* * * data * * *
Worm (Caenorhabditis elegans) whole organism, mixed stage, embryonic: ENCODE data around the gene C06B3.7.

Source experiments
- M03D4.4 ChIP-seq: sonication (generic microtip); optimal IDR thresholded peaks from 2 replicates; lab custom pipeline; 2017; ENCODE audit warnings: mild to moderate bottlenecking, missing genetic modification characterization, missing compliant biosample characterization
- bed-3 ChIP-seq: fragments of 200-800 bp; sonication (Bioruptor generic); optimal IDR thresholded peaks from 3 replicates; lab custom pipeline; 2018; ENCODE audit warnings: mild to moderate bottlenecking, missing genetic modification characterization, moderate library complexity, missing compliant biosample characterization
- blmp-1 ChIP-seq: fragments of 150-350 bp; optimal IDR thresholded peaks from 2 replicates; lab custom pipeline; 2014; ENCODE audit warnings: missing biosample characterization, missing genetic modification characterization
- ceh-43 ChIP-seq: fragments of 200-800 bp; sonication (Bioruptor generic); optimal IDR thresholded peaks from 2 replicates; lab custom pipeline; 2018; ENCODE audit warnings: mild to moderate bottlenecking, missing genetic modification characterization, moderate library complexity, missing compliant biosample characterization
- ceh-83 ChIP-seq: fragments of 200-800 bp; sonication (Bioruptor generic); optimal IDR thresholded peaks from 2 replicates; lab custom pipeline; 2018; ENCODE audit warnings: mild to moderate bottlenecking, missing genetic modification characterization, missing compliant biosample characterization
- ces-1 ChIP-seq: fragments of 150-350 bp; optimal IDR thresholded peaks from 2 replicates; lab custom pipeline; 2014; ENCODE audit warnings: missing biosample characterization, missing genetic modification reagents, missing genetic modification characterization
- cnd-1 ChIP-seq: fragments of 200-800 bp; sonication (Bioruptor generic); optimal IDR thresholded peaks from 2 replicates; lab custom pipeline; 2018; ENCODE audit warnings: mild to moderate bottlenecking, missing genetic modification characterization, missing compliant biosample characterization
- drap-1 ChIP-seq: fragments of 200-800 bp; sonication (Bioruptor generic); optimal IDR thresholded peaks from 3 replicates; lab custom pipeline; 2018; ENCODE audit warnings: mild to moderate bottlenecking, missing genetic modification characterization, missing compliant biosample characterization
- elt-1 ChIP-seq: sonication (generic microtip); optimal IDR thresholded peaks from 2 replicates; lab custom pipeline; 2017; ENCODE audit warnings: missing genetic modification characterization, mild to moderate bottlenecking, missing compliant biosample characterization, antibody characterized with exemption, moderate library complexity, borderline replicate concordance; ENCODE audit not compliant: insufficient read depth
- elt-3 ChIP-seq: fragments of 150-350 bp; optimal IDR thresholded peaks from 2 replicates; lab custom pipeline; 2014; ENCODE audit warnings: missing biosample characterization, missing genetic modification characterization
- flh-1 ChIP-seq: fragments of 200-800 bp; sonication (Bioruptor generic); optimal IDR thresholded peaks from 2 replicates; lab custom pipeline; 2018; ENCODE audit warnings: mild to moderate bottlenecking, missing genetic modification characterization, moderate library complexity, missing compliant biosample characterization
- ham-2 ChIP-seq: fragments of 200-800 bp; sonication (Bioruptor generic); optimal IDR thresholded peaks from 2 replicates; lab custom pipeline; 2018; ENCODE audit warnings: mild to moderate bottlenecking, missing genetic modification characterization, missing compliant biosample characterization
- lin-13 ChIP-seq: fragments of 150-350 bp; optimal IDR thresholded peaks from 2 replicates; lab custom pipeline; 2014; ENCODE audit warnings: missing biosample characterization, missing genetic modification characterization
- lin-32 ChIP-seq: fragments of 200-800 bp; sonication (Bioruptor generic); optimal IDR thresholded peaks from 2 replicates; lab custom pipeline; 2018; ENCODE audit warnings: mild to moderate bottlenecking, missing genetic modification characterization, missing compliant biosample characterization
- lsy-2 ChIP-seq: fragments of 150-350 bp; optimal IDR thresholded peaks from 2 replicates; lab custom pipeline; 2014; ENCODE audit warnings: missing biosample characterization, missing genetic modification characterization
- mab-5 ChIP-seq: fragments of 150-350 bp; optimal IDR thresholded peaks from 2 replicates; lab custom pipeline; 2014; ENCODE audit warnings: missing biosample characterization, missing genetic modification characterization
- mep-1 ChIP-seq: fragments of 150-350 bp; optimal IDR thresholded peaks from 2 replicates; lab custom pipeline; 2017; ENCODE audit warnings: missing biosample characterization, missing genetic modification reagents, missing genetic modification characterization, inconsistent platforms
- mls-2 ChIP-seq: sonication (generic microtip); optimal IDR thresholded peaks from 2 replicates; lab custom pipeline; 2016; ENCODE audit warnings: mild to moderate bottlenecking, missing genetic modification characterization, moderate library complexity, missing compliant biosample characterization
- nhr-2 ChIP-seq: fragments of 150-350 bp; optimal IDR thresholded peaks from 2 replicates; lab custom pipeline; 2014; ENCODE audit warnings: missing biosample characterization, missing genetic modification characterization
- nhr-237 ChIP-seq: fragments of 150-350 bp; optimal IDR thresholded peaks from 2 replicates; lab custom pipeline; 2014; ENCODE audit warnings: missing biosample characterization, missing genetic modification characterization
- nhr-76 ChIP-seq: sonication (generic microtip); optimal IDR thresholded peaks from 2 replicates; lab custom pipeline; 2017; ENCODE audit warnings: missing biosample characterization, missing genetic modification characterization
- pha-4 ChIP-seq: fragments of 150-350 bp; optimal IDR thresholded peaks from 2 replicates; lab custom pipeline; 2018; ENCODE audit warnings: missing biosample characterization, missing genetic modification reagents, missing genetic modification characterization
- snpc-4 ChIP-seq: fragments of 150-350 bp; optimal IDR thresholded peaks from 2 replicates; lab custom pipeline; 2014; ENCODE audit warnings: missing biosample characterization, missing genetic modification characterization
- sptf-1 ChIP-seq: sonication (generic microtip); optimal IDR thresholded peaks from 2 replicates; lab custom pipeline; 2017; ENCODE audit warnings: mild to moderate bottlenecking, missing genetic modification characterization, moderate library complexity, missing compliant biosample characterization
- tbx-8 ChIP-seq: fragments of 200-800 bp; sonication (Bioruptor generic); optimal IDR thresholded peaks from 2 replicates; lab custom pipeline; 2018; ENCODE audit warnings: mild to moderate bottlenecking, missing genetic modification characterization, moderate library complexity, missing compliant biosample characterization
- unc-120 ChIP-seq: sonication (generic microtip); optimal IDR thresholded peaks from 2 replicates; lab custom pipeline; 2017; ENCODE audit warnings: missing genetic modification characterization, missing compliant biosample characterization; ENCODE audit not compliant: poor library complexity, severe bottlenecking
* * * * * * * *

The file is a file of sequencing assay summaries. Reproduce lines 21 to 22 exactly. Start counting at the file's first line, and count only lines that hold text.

- nhr-2 ChIP-seq: fragments of 150-350 bp; optimal IDR thresholded peaks from 2 replicates; lab custom pipeline; 2014; ENCODE audit warnings: missing biosample characterization, missing genetic modification characterization
- nhr-237 ChIP-seq: fragments of 150-350 bp; optimal IDR thresholded peaks from 2 replicates; lab custom pipeline; 2014; ENCODE audit warnings: missing biosample characterization, missing genetic modification characterization